Not necessarily. "Immortal" doesn't mean living till the end of time and then dying; it means living forever, or incapable of dying. So, if "forever" means "to the end of time", it still doesn't necessitate an immortal dying, but either ending (whatever that means) his existence along with time's, or else existing on beyond time, as an omni-everything god is supposed to do.

    I thought the question was whether a word implies the opposite of its meaning.
     
  13. river

    Messages:
    12,760
    Jeeves to your first statement . Exactly ; Immortal has outside of time .
     
  14. C C Consular Corps - "the backbone of diplomacy" Valued Senior Member

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    If the meanings of words are irrelevant, then simply use placeholder symbols. Since you're an obscurantist in terms of people fathoming what the hell of you're asking of them to begin with[*], then don't waste everybody's time with the possibility of the content of the form mattering in that course their trying decipher your Martian psychology and aims.

    - - - footnote - - -

    [*] Assuming literally everything you request isn't arbitrary, inconsistent, or outright double talk.
     
    Last edited: Nov 11, 2019
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  15. James R Just this guy, you know? Staff Member

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    33,360
    In that case, the solution to the question of whether the argument "if I am immortal, then I am mortal" is valid or not would seem obvious, would it not?

    Next time you post one of these, please start with your own thoughts on the question you are raising. This waiting so you can jump out of the bushes and shout "gotcha!" is getting rather repetitive and tiresome.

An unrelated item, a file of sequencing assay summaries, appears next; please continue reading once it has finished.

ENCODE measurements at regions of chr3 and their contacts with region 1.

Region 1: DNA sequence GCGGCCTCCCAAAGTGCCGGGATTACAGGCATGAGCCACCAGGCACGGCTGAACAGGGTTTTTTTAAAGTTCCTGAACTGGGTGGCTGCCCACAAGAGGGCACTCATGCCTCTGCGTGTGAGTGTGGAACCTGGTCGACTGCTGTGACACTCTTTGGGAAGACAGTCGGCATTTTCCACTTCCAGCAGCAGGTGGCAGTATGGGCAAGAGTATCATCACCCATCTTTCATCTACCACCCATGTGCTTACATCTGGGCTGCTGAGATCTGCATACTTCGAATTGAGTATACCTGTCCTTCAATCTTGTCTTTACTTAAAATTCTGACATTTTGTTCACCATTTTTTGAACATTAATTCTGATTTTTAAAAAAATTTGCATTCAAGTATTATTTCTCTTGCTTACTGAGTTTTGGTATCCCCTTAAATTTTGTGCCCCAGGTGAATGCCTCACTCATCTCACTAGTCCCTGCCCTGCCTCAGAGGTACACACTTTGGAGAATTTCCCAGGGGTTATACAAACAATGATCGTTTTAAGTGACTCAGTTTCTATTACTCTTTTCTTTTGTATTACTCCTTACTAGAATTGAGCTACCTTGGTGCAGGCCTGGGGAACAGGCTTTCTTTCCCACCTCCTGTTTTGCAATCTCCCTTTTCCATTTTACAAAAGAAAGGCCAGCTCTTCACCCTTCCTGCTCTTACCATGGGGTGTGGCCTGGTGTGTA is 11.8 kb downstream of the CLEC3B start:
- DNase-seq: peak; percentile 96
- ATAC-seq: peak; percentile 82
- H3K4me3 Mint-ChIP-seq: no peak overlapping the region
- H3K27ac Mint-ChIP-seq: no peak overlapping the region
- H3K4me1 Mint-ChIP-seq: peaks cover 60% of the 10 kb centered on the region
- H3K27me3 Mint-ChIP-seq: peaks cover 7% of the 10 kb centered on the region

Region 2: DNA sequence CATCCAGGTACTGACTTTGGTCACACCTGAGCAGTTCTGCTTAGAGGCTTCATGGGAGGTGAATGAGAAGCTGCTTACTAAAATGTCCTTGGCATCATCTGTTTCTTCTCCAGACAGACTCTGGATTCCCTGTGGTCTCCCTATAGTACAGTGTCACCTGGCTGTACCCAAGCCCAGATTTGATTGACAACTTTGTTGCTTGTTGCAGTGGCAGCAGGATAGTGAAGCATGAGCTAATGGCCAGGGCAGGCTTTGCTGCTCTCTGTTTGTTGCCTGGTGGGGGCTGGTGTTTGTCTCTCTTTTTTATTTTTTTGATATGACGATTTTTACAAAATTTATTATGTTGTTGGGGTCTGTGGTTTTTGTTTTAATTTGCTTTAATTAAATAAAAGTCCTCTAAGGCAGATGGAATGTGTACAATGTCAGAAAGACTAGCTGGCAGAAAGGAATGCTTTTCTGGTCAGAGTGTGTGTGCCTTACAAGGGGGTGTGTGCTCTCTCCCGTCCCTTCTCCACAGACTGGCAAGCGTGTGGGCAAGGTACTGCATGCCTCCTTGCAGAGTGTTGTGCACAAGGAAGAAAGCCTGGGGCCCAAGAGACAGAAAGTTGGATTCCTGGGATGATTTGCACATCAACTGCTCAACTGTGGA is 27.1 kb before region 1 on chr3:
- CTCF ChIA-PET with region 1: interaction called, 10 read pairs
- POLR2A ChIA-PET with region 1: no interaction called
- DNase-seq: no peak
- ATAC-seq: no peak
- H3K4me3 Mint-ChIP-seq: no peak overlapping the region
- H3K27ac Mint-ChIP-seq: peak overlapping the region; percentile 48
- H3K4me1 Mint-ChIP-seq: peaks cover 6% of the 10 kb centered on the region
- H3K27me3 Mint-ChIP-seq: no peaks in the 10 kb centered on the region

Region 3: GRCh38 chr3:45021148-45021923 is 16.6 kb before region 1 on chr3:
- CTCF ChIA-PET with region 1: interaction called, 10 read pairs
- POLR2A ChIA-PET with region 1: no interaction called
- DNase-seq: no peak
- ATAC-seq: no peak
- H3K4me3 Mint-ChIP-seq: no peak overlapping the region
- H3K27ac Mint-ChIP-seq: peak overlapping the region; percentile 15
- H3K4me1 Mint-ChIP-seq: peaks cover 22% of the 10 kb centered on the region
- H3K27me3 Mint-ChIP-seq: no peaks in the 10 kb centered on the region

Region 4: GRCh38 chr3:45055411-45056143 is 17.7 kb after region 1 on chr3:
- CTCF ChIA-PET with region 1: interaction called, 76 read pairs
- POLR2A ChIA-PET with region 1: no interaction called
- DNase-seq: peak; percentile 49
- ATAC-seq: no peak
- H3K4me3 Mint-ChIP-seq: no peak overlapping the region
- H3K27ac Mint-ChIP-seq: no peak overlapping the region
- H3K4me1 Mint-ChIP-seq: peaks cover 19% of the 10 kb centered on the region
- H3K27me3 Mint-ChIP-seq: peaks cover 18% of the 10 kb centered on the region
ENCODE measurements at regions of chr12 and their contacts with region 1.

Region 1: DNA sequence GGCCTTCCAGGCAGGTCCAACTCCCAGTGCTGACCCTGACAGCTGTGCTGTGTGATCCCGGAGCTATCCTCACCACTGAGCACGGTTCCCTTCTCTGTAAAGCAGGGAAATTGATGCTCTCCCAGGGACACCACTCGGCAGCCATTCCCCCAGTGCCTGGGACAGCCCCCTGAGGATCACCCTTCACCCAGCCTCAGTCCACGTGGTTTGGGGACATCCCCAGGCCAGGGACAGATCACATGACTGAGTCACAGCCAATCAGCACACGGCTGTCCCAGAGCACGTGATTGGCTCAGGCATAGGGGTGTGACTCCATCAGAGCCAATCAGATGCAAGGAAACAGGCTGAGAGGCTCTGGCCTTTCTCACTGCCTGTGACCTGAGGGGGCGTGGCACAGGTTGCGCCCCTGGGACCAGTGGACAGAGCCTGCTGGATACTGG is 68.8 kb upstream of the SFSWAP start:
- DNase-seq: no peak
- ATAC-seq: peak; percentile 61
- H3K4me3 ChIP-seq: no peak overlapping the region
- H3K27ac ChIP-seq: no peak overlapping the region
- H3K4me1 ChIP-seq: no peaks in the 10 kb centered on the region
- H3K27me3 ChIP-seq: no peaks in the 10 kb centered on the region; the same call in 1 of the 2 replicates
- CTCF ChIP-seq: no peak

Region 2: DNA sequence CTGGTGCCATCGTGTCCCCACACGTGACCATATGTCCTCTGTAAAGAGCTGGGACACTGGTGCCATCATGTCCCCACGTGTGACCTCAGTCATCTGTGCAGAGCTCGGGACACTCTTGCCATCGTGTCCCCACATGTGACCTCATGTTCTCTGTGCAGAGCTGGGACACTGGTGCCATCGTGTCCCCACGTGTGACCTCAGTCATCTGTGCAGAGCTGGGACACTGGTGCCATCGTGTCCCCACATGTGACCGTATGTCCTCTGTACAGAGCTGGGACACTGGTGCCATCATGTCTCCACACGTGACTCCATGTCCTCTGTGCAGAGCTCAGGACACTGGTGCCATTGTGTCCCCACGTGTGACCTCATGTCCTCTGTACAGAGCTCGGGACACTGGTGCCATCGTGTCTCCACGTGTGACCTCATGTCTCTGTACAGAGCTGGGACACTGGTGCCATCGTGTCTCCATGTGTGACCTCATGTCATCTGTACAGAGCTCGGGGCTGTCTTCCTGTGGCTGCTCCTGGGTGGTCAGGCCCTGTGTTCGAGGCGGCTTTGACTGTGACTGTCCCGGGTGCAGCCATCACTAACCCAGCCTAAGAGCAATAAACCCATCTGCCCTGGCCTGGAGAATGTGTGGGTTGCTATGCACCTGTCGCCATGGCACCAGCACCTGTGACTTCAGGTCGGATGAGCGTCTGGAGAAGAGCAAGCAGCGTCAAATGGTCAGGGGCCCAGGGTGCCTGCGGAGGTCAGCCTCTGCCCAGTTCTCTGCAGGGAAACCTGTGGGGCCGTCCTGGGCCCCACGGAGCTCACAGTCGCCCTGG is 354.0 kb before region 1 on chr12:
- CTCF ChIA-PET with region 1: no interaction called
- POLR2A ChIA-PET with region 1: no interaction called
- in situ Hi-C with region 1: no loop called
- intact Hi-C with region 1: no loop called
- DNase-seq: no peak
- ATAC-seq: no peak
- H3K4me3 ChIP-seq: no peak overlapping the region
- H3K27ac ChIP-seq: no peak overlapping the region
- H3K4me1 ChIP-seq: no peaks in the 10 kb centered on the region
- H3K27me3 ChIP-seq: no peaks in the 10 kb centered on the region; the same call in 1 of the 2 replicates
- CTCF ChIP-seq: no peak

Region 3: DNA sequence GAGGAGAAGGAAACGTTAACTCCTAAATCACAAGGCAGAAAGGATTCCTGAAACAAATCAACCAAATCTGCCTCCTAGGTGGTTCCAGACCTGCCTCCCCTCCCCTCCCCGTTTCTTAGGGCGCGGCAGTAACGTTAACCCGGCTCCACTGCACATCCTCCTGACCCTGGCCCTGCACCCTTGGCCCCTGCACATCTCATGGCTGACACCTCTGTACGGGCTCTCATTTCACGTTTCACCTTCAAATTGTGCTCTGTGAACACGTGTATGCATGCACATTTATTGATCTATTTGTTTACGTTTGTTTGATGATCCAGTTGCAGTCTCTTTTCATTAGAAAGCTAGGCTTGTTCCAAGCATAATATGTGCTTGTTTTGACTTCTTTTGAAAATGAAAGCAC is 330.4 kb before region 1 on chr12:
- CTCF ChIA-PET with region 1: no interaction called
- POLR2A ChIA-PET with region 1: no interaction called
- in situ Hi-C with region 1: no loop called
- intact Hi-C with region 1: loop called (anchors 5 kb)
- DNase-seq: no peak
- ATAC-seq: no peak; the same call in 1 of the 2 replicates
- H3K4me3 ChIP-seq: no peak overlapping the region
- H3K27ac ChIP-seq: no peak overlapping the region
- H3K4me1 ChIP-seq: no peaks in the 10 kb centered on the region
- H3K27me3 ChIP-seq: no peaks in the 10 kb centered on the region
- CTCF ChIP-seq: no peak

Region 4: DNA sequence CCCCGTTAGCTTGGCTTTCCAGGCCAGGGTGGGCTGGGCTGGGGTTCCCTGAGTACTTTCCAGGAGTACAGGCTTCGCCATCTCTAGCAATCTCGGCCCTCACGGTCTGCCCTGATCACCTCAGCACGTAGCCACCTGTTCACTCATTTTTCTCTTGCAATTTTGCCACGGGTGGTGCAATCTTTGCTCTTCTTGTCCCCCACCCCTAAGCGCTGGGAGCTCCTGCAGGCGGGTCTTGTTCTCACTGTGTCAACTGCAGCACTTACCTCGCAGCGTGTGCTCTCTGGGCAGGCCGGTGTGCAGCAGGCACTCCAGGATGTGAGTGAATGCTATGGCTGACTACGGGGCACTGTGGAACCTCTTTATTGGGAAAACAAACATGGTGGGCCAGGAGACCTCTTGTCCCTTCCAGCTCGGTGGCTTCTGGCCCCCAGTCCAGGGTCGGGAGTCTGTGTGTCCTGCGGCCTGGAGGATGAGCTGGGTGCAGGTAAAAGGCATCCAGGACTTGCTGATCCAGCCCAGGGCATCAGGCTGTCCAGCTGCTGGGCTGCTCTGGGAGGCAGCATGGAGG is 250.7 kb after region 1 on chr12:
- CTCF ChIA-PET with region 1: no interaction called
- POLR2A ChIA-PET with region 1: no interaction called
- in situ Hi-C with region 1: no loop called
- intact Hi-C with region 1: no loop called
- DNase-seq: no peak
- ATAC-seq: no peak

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  16. gmilam Valued Senior Member

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    3,142
    This is why you don't see a lot of signs saying "Philosopher needed - apply within".
     
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  17. foghorn Registered Member

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    31
    Arrr... Is Speakpigeon a ''Philosopher'' or is he not a ''Philosopher''?

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  18. Baldeee Valued Senior Member

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    1,897
    Maybe it's more a case of:
    If Speakpigeon is a Philosopher, then he is not a Philosopher... and whether, in your personal opinion, you think this statement is valid or invalid?
     
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  19. spidergoat Liddle' Dick Tater Valued Senior Member

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    Immortal doesn't necessarily mean transcendent to the physical universe, which is probably of limited time span. So to say one is immortal only means they will live as long as the universe itself.
     
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  20. Quantum Quack Life's a tease... Valued Senior Member

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    exactly .. so the argument is not only valid it is sound too...
     
  21. foghorn Registered Member

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    Does this mean from now on anyone using the word ''immortal'' must stipulate they only mean until the end of the universe?
     
  22. Baldeee Valued Senior Member

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    Will be a bit of a bugger for those who believe in the immortal soul, I guess.
     
  23. sideshowbob Sorry, wrong number. Valued Senior Member

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    It just goes to show that "immortal" is not a very useful word - like "omnipotent", it doesn't relate well to reality.